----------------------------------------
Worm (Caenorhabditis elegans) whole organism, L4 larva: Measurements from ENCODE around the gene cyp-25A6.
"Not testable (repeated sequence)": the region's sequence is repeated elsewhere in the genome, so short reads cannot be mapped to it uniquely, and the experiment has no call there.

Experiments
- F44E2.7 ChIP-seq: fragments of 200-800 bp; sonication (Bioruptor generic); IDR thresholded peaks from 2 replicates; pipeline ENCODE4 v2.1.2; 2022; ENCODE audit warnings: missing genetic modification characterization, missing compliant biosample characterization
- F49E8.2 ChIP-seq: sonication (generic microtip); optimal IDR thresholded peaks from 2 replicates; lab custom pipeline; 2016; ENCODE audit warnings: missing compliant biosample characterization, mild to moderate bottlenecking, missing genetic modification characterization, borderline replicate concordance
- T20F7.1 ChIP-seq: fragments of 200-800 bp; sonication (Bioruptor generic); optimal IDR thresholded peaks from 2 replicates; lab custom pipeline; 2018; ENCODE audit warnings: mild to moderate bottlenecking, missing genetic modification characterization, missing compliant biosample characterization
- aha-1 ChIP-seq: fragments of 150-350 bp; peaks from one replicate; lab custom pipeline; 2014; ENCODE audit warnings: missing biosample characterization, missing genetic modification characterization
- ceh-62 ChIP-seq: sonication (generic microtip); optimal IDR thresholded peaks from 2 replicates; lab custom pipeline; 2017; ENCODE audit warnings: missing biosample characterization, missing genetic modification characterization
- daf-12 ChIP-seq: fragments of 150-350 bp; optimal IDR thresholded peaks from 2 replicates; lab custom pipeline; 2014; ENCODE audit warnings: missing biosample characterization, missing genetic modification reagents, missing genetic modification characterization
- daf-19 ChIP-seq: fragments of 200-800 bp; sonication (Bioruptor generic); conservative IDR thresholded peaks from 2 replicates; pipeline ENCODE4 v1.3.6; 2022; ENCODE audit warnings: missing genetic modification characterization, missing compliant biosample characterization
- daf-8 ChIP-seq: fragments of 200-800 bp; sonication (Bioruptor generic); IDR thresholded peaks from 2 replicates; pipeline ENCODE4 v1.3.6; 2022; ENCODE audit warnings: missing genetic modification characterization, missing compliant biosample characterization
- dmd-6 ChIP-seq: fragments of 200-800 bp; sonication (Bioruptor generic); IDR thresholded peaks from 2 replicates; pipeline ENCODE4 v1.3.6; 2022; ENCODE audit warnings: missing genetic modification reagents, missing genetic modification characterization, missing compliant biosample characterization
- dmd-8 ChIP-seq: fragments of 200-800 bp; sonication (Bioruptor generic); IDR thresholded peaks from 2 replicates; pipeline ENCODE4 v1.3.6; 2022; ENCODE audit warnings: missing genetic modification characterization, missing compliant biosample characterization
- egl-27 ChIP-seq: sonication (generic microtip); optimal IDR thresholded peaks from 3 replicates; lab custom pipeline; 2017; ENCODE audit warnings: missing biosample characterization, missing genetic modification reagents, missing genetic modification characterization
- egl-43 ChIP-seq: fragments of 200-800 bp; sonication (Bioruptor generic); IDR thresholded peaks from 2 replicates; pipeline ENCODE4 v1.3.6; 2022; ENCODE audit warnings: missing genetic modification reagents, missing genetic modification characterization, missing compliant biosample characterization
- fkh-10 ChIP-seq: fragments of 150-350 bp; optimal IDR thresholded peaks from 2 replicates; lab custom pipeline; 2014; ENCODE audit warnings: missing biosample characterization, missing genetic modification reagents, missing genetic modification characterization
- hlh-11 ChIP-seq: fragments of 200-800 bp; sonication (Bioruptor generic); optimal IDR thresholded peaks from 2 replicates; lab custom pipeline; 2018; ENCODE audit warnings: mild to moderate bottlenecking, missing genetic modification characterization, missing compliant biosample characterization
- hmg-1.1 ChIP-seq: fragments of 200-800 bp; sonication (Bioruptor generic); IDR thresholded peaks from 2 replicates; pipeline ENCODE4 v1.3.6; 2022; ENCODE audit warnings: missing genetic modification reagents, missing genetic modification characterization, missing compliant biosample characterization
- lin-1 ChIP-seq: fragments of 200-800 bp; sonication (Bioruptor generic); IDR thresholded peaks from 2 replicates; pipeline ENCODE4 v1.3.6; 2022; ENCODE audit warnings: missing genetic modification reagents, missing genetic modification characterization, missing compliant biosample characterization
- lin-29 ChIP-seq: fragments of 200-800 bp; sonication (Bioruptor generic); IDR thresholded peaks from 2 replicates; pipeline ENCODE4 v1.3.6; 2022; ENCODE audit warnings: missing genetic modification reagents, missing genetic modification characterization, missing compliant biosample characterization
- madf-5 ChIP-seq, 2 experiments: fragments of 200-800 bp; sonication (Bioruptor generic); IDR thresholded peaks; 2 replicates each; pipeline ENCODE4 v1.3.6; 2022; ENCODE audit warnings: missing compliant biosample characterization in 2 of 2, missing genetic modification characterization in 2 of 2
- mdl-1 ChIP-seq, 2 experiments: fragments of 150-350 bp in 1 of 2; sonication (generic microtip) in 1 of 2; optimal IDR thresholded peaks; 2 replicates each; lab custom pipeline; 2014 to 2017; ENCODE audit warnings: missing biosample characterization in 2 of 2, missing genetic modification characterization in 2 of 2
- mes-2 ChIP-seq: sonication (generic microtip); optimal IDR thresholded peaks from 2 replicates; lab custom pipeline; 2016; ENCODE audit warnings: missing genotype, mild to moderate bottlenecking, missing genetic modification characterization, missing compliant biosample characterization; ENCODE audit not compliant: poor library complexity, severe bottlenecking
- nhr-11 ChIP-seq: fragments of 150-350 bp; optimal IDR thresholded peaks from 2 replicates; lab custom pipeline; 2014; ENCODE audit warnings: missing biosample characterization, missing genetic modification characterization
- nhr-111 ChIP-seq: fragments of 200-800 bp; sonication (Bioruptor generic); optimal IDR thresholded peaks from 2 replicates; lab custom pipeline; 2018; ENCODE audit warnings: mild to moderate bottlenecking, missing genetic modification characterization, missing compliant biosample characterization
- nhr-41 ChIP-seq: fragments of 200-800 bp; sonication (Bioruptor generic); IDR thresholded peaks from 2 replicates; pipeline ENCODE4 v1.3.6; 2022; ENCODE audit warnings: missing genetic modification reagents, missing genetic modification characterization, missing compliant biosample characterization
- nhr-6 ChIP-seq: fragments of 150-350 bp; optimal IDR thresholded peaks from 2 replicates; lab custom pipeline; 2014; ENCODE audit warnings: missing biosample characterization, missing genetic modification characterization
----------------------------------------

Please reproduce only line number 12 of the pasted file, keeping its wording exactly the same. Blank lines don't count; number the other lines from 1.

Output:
- dmd-6 ChIP-seq: fragments of 200-800 bp; sonication (Bioruptor generic); IDR thresholded peaks from 2 replicates; pipeline ENCODE4 v1.3.6; 2022; ENCODE audit warnings: missing genetic modification reagents, missing genetic modification characterization, missing compliant biosample characterization